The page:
Science and Spirituality

“Take off your white lab coats and instead don the white robe of divinity. Bring forth not your test tube, but your cup of water and offer it to the thirsty.”

— Lisette Larkins

I’ve been thinking a lot about science and technology lately, which as we all know, is growing exponentially. Although the prospects of growth are exciting, I think as a community we are a little unsettled by it too. We fear that the development of technology is growing faster than our psychospiritual development.  We say we don’t have the maturity to handle the tech conveniences.

With our personal development at the center and technology and science encircling us, the increasing gap between the two has us feeling confused, frustrated, and trying to fill in the gaps with whatever we can find.  We see science-cited headlines like, “How words change our DNA.” We say, “this study proves auras are real.” We plead, “our glands line up with the chakra centers, read this article and you will see how real chakras are.” Science has become like a god.

Here we are in the middle of the science and technology circle. To catch up, the spiritual community is frantically tossing out hooks to connect us to the seemingly faster-growing circle called science. We believe it is an authority greater than our own knowing. We chase its edges and in the chase, we have forgotten who our teacher is.

Any good teacher knows their job is to meet the student where they are and raise the bar, not hold the bar up and make them chase it. You are the teacher and you are the student and your job is to know where you are and then expand, not chase some outside belief that a person, entity, or thing knows more about the nature of the universe than your own heart.

But then, the desire to use science to justify spirituality is understandable. After any transformational experience, one of the first stages a person goes through is the difficulty of relating to others. The transformation re-birthed you and now you approach old relationships like a new person. It feels like no one could possibly understand. Next, you are usually so excited about your own experience that you want to share it with others. You want other people to know what you know, for it might deliver them too. Enter the fundamentalist stage: the belief that the path you took is the best and only path. You mean well in this stage, but your vision becomes narrow. You want others to know what you know so badly, that you become stuck, obsessed. You stop growing.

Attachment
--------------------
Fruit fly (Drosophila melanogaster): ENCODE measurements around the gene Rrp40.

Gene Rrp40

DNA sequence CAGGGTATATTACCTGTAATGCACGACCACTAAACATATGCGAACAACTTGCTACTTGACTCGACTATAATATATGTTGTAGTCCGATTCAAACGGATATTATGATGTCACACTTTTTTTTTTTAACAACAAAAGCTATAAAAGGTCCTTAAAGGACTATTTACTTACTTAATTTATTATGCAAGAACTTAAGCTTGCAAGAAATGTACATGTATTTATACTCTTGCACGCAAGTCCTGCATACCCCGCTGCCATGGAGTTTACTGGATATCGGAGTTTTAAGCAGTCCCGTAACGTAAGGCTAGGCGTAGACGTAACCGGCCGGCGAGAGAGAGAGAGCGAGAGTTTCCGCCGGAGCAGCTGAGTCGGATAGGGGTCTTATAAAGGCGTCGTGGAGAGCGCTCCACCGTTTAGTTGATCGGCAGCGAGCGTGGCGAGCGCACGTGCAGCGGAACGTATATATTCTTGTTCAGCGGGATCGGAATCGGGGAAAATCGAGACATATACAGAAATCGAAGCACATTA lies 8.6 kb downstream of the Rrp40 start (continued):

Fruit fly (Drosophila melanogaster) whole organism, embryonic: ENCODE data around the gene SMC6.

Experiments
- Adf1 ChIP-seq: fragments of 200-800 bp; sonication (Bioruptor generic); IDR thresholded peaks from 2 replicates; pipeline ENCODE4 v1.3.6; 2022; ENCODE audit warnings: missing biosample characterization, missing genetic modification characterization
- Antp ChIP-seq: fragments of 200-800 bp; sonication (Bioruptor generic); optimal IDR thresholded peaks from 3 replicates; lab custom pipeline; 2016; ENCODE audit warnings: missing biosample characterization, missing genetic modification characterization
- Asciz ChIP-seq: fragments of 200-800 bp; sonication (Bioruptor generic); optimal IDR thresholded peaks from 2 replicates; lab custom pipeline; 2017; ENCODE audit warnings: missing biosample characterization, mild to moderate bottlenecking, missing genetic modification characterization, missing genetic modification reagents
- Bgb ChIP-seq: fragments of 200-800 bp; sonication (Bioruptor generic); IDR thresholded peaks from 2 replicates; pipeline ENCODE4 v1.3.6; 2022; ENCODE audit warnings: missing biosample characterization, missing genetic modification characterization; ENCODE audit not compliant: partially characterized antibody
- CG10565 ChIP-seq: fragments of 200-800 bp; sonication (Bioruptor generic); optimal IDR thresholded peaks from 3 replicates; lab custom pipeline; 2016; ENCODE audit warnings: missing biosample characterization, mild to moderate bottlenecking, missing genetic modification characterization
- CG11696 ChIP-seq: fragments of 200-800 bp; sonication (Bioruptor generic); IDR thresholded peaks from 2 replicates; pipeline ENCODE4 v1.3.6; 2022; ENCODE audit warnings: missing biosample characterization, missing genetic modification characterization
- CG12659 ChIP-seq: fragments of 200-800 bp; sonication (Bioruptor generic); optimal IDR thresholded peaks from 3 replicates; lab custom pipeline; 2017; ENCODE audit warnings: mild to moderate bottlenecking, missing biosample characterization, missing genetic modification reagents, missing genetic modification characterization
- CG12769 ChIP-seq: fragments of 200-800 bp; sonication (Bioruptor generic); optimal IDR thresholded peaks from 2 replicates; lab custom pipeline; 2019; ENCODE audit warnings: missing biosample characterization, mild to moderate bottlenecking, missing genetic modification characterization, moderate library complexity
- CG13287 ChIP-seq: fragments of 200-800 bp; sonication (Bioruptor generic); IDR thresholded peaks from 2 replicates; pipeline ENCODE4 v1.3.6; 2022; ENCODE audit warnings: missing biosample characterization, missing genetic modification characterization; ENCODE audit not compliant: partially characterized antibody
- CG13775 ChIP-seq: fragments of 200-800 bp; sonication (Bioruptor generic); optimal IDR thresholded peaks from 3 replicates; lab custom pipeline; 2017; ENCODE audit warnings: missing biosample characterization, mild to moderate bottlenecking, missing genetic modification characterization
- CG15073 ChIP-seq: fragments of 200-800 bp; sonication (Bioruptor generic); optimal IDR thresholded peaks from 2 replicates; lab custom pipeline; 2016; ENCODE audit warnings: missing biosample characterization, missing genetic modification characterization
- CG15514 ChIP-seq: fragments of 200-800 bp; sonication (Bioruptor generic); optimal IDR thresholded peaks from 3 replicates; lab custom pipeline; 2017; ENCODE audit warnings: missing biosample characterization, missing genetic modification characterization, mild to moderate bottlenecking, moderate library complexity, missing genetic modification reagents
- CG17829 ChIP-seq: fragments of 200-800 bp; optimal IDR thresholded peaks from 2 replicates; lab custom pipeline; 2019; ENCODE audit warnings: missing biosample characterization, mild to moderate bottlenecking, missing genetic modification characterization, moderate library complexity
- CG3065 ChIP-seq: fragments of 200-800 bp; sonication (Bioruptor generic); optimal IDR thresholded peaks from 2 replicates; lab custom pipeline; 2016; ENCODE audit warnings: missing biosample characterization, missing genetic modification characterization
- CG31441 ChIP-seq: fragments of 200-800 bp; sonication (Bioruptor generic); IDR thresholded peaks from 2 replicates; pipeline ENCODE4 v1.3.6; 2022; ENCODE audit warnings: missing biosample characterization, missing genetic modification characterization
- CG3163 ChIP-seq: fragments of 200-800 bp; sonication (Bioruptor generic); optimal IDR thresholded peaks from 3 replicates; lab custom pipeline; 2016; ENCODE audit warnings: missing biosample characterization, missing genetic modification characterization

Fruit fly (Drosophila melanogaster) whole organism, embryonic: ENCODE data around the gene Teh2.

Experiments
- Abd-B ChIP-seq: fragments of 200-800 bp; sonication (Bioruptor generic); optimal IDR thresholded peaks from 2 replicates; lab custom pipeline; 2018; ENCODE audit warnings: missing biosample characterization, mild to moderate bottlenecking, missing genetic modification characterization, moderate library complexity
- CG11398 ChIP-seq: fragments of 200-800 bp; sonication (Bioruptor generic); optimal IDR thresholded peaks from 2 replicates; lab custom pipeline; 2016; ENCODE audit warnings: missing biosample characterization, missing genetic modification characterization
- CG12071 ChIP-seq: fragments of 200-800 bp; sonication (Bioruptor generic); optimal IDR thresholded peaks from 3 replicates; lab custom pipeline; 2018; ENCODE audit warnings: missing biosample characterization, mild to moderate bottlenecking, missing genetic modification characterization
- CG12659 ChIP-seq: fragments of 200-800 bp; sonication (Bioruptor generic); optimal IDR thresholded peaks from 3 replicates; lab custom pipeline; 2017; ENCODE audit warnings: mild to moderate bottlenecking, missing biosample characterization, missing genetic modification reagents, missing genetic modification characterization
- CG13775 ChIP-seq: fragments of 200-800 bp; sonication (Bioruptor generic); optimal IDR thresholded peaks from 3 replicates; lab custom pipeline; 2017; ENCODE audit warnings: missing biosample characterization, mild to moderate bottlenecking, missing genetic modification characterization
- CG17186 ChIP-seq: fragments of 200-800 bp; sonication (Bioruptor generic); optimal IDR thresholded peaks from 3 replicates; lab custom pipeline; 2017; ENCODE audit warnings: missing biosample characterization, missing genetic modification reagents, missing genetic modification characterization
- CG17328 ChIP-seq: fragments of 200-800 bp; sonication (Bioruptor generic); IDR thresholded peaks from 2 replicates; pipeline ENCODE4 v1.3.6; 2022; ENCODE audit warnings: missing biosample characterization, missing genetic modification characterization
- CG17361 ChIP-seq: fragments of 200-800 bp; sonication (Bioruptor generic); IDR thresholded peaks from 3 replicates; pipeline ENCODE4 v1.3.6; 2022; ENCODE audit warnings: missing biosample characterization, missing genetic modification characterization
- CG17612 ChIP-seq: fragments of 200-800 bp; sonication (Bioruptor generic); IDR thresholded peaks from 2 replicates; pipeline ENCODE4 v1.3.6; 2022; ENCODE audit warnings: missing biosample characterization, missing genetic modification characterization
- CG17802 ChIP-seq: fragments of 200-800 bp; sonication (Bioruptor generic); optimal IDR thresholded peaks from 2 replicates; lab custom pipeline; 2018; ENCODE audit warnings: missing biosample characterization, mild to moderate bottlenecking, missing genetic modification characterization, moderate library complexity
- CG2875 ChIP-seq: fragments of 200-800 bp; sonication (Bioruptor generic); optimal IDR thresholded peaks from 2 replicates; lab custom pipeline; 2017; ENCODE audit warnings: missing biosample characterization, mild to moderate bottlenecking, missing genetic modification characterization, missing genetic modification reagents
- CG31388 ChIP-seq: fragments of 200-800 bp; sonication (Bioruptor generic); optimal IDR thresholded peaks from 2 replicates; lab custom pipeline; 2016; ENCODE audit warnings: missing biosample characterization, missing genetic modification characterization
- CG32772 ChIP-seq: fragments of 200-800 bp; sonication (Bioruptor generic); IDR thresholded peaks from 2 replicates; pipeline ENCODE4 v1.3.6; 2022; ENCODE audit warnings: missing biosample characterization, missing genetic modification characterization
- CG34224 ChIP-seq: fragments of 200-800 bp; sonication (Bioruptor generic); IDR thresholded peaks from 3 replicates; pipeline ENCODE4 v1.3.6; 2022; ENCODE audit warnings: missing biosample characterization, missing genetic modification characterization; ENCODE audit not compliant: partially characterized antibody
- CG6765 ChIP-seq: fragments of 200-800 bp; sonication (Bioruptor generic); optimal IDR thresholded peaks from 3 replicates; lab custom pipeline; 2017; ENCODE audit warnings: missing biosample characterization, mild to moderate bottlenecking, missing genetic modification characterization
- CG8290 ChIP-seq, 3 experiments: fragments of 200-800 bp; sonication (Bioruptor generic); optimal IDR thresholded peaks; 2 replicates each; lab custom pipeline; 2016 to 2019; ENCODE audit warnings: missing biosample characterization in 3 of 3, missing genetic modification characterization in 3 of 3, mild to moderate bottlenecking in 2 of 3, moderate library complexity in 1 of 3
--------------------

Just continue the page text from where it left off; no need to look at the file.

We’ve seen this in religion. This is where the spiritual community will be if it forgets who its own teacher is.

The hope is that science will prove our spiritual knowledge to others. If we can somehow anchor in it, more people will believe us; more people will get to know what we know.  Motivated by a combination of excitement about our psychospiritual discoveries mixed with the urgent desire to close in the gap between technology and spirit, we want to share what has transformed us. We want to save the earth. The information that catapults us deeper into ourselves and further in evolution is powerful stuff. Why wouldn’t we want to share it with everyone? And why wouldn’t we want to use science to support our work? Science is exciting because it proves something that we already knew to be true, and in that way, it validates us.

The trap here is chasing our validation rather than sitting in our own experience. We have a direct revelation and then we use science and technology to “prove” we are correct. We hope that the reports will somehow convert the masses. In our effort, we use science to explain spirituality rather than spirituality to explain science. And yet, I see the fault lines of this endeavor. When we don’t leave space for the Great Mystery, we lose some of the magic of inner knowing.

Whether you are a coach or deep along the path of personal development, you know that direct experience is more powerful than information alone.  The objective is to enrich an individual’s own inner knowing, to create an experience of direct revelation. You help the students move beyond doubt so they no longer need to seek outside influences to validate their own experiences. When we have spiritual experiences and then seek science to justify the experience and its value, we undermine our own authority. I understand the excitement of connecting the dots. I spent much of my youth exploring sacred geometry, quantum physics, and neuroscience. What I’ve learned is our brains have the capacity for so much more and it is time to trust these capacities are ever as valuable as science, logic, and technology.

I don’t mean to shut down science altogether. And I don’t mean to say you should never use science to support your findings. What I do mean to say is to keep track of where you place your authority. We certainly go the other way and give over our power to dogma and customs that are no longer relevant to the way the world operates. Standards from centuries ago are outdated and we must grow our scriptures up to speak to modern-day realities.

So here we are. The ever-growing gap between psychospiritual development and science. We are so used to filling in all the spaces in our lives, that the distance makes us anxious. That’s why we are getting caught up in this game of filling ourselves with information. We think space is bad. We think the more we fill ourselves with, the bigger we get, but what we are actually doing is just adding more “things” to navigate around. Instead of trying to fill up with things to have or to do, instead of trying so hard to connect the dots to prove ourselves, let’s give ourselves space. Sit in your own experience, it is from there you grow.

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